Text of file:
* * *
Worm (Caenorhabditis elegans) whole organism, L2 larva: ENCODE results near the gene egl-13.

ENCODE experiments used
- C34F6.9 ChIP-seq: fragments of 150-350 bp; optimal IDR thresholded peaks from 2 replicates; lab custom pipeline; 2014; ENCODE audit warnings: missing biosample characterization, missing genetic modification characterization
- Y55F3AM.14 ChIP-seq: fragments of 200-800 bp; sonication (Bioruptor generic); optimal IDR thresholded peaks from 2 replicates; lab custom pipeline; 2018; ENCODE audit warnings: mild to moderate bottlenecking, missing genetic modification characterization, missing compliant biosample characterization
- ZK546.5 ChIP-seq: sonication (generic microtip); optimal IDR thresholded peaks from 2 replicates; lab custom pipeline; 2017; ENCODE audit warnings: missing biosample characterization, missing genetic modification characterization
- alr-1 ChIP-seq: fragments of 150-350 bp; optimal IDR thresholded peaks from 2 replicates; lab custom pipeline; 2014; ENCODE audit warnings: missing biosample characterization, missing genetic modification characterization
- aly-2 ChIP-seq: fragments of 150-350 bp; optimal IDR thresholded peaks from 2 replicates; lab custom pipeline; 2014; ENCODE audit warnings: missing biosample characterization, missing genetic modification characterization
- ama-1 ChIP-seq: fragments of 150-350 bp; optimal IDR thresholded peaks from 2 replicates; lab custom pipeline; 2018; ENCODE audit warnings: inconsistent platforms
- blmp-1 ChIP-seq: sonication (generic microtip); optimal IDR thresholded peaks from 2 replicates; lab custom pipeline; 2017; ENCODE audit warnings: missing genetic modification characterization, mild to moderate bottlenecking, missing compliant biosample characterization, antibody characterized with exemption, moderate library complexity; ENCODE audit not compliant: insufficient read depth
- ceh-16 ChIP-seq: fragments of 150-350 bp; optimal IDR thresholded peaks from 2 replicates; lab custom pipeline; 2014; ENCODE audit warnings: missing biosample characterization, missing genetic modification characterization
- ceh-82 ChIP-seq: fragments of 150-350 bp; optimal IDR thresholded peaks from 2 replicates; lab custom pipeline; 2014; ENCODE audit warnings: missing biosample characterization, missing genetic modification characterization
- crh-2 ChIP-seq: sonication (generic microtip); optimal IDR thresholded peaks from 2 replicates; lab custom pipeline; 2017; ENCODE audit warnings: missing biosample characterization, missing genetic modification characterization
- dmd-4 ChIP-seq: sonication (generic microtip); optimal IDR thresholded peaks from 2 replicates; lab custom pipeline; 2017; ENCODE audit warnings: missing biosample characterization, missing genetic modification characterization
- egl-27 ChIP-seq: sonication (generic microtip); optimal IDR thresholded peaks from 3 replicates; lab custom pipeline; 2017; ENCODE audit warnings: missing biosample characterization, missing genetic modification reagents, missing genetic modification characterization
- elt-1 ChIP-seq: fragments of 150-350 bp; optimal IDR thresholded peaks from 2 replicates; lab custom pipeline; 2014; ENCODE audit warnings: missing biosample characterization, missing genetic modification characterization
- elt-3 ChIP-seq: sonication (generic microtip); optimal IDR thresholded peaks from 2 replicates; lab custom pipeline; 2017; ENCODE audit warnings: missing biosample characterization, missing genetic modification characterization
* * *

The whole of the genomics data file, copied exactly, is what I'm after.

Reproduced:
Worm (Caenorhabditis elegans) whole organism, L2 larva: ENCODE results near the gene egl-13.

ENCODE experiments used
- C34F6.9 ChIP-seq: fragments of 150-350 bp; optimal IDR thresholded peaks from 2 replicates; lab custom pipeline; 2014; ENCODE audit warnings: missing biosample characterization, missing genetic modification characterization
- Y55F3AM.14 ChIP-seq: fragments of 200-800 bp; sonication (Bioruptor generic); optimal IDR thresholded peaks from 2 replicates; lab custom pipeline; 2018; ENCODE audit warnings: mild to moderate bottlenecking, missing genetic modification characterization, missing compliant biosample characterization
- ZK546.5 ChIP-seq: sonication (generic microtip); optimal IDR thresholded peaks from 2 replicates; lab custom pipeline; 2017; ENCODE audit warnings: missing biosample characterization, missing genetic modification characterization
- alr-1 ChIP-seq: fragments of 150-350 bp; optimal IDR thresholded peaks from 2 replicates; lab custom pipeline; 2014; ENCODE audit warnings: missing biosample characterization, missing genetic modification characterization
- aly-2 ChIP-seq: fragments of 150-350 bp; optimal IDR thresholded peaks from 2 replicates; lab custom pipeline; 2014; ENCODE audit warnings: missing biosample characterization, missing genetic modification characterization
- ama-1 ChIP-seq: fragments of 150-350 bp; optimal IDR thresholded peaks from 2 replicates; lab custom pipeline; 2018; ENCODE audit warnings: inconsistent platforms
- blmp-1 ChIP-seq: sonication (generic microtip); optimal IDR thresholded peaks from 2 replicates; lab custom pipeline; 2017; ENCODE audit warnings: missing genetic modification characterization, mild to moderate bottlenecking, missing compliant biosample characterization, antibody characterized with exemption, moderate library complexity; ENCODE audit not compliant: insufficient read depth
- ceh-16 ChIP-seq: fragments of 150-350 bp; optimal IDR thresholded peaks from 2 replicates; lab custom pipeline; 2014; ENCODE audit warnings: missing biosample characterization, missing genetic modification characterization
- ceh-82 ChIP-seq: fragments of 150-350 bp; optimal IDR thresholded peaks from 2 replicates; lab custom pipeline; 2014; ENCODE audit warnings: missing biosample characterization, missing genetic modification characterization
- crh-2 ChIP-seq: sonication (generic microtip); optimal IDR thresholded peaks from 2 replicates; lab custom pipeline; 2017; ENCODE audit warnings: missing biosample characterization, missing genetic modification characterization
- dmd-4 ChIP-seq: sonication (generic microtip); optimal IDR thresholded peaks from 2 replicates; lab custom pipeline; 2017; ENCODE audit warnings: missing biosample characterization, missing genetic modification characterization
- egl-27 ChIP-seq: sonication (generic microtip); optimal IDR thresholded peaks from 3 replicates; lab custom pipeline; 2017; ENCODE audit warnings: missing biosample characterization, missing genetic modification reagents, missing genetic modification characterization
- elt-1 ChIP-seq: fragments of 150-350 bp; optimal IDR thresholded peaks from 2 replicates; lab custom pipeline; 2014; ENCODE audit warnings: missing biosample characterization, missing genetic modification characterization
- elt-3 ChIP-seq: sonication (generic microtip); optimal IDR thresholded peaks from 2 replicates; lab custom pipeline; 2017; ENCODE audit warnings: missing biosample characterization, missing genetic modification characterization